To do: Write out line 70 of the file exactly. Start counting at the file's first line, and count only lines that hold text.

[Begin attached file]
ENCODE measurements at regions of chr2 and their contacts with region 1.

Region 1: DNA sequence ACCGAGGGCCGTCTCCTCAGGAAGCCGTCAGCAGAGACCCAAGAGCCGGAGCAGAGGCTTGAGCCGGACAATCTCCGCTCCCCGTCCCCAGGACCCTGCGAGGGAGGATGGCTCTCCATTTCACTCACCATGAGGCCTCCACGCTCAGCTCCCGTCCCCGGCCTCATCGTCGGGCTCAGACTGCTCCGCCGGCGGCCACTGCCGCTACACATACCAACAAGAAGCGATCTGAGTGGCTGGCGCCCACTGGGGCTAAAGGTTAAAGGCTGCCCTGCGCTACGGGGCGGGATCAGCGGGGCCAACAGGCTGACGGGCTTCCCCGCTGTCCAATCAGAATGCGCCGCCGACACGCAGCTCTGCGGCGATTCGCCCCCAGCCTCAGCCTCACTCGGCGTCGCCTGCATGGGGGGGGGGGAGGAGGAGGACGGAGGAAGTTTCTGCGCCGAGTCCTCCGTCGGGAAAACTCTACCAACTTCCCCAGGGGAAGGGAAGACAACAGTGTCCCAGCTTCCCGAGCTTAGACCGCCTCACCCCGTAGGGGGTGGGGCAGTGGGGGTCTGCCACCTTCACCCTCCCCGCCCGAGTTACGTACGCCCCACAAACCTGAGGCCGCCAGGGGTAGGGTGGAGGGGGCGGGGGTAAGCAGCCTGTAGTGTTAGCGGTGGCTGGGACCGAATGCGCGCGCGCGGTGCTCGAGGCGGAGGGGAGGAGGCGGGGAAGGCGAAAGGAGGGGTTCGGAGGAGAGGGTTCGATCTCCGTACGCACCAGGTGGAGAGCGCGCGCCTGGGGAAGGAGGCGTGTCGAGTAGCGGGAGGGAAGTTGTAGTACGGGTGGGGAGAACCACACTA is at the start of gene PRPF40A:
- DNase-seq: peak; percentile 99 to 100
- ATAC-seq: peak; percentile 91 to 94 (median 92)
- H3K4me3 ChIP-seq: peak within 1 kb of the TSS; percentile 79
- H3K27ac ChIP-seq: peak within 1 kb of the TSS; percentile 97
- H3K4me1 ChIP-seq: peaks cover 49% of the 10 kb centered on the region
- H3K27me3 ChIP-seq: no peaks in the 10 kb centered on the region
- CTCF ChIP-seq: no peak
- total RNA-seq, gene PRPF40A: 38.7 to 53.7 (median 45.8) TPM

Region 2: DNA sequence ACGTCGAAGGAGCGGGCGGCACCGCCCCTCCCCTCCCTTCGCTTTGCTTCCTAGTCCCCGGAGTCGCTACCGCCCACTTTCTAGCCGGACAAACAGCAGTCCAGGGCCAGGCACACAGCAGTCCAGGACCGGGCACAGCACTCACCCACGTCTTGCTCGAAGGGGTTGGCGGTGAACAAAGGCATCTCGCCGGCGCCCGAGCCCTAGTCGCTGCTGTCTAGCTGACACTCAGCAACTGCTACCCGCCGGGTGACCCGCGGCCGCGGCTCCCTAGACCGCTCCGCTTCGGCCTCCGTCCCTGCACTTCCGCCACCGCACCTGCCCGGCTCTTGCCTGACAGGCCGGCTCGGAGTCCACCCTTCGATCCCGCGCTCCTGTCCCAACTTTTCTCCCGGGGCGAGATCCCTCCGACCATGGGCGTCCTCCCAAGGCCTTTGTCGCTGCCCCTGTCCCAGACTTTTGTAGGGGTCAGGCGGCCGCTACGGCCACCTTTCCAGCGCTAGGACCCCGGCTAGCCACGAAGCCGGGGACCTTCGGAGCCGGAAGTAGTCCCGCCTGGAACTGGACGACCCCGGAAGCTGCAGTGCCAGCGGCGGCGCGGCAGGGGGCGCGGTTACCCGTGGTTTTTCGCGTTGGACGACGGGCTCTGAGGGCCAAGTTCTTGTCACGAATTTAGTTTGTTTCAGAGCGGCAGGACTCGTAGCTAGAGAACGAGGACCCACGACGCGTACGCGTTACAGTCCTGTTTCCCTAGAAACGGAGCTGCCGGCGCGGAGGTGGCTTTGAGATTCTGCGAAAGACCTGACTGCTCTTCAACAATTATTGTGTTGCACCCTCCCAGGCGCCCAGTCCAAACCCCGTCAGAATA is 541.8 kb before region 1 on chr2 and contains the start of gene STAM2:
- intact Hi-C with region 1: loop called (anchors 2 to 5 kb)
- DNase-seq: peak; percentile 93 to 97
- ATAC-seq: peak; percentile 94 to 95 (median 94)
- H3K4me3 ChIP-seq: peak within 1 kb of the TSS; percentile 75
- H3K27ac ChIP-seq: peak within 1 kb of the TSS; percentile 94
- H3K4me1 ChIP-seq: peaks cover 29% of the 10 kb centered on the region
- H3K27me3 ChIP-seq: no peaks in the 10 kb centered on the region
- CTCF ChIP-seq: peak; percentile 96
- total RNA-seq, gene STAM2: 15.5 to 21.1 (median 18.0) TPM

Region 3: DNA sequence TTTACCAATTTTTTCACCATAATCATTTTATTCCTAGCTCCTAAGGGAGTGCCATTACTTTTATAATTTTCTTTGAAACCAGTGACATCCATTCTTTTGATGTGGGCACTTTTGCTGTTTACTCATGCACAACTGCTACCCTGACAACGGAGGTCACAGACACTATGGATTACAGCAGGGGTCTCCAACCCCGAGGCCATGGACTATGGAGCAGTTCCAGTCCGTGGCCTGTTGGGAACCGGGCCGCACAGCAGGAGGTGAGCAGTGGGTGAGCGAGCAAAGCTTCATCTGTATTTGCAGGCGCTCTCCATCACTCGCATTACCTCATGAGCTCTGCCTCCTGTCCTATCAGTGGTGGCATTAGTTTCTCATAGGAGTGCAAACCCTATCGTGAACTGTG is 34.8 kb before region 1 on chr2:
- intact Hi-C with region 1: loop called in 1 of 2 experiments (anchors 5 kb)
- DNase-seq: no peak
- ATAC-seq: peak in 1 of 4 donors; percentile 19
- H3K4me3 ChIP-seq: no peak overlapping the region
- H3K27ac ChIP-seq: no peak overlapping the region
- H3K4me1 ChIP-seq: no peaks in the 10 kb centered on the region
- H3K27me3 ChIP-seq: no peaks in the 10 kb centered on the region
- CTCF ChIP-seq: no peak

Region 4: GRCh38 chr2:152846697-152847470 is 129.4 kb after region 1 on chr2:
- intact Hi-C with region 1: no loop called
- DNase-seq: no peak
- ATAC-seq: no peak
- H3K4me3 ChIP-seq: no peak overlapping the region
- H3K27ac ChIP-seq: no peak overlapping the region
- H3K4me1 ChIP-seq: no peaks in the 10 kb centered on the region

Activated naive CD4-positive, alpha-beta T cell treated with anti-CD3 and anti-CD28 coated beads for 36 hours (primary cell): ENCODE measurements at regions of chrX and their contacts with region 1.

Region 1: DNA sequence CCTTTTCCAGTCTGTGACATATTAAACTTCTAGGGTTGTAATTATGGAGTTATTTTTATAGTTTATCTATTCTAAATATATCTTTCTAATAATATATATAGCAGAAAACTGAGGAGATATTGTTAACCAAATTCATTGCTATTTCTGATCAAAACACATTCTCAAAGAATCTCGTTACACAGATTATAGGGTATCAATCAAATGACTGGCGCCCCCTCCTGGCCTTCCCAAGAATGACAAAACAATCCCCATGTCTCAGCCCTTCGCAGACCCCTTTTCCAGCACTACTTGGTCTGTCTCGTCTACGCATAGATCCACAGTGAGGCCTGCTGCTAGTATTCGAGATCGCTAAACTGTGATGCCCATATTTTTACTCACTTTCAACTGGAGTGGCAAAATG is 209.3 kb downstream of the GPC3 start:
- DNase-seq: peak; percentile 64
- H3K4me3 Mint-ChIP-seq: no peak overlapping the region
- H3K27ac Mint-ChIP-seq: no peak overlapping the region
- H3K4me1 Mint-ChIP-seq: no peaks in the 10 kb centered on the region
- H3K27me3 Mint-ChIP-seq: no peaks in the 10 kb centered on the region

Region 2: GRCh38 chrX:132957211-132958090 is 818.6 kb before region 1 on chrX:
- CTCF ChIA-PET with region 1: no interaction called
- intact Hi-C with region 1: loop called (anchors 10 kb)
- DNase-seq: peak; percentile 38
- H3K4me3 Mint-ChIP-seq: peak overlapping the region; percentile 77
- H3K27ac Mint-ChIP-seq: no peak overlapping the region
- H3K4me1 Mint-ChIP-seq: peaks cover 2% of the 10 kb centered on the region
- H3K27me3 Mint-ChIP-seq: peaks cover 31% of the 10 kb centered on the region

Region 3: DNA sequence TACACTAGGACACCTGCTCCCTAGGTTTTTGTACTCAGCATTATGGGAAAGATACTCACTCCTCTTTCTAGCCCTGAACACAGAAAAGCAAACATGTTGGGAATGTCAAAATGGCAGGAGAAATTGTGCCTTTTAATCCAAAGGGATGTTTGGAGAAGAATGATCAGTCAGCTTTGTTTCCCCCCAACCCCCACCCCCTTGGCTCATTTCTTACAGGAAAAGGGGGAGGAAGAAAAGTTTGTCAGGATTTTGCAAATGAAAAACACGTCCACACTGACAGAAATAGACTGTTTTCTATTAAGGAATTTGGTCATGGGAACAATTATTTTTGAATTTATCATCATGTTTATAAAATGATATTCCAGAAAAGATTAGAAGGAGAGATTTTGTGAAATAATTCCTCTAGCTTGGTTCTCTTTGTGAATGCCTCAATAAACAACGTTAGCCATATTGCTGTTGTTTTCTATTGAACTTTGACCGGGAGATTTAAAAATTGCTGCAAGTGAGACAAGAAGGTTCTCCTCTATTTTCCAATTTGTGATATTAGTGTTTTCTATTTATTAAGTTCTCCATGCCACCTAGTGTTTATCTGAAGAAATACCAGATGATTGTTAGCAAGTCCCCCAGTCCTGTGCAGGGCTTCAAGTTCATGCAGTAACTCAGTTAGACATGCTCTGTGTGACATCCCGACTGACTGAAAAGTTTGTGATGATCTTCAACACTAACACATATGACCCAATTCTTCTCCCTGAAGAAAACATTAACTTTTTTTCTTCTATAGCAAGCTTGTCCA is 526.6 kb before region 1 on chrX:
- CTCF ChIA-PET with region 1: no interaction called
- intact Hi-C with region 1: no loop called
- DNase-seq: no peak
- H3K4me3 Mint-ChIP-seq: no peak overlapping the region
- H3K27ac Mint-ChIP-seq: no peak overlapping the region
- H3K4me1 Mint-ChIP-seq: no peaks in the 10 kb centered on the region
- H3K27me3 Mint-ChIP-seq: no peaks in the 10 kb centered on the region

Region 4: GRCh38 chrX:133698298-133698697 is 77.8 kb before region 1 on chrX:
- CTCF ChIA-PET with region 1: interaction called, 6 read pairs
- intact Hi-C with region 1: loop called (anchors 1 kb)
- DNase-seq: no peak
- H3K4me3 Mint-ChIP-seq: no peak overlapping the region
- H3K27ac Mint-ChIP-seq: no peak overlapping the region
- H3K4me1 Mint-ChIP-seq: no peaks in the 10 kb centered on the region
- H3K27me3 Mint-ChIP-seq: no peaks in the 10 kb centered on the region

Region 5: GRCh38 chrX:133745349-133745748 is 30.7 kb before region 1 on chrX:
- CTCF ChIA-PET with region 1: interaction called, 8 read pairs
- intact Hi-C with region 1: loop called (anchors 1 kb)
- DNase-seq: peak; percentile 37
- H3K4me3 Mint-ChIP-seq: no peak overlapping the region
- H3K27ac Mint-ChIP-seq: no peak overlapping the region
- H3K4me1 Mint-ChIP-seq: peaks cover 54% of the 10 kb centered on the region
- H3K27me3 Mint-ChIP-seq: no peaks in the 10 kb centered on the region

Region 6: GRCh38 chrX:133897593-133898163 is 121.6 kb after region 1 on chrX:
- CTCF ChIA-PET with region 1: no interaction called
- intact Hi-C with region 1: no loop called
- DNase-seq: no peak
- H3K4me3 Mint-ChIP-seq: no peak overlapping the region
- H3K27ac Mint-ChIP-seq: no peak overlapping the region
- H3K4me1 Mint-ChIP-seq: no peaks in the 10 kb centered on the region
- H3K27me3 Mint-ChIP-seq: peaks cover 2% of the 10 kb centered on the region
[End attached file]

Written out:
- intact Hi-C with region 1: loop called (anchors 1 kb)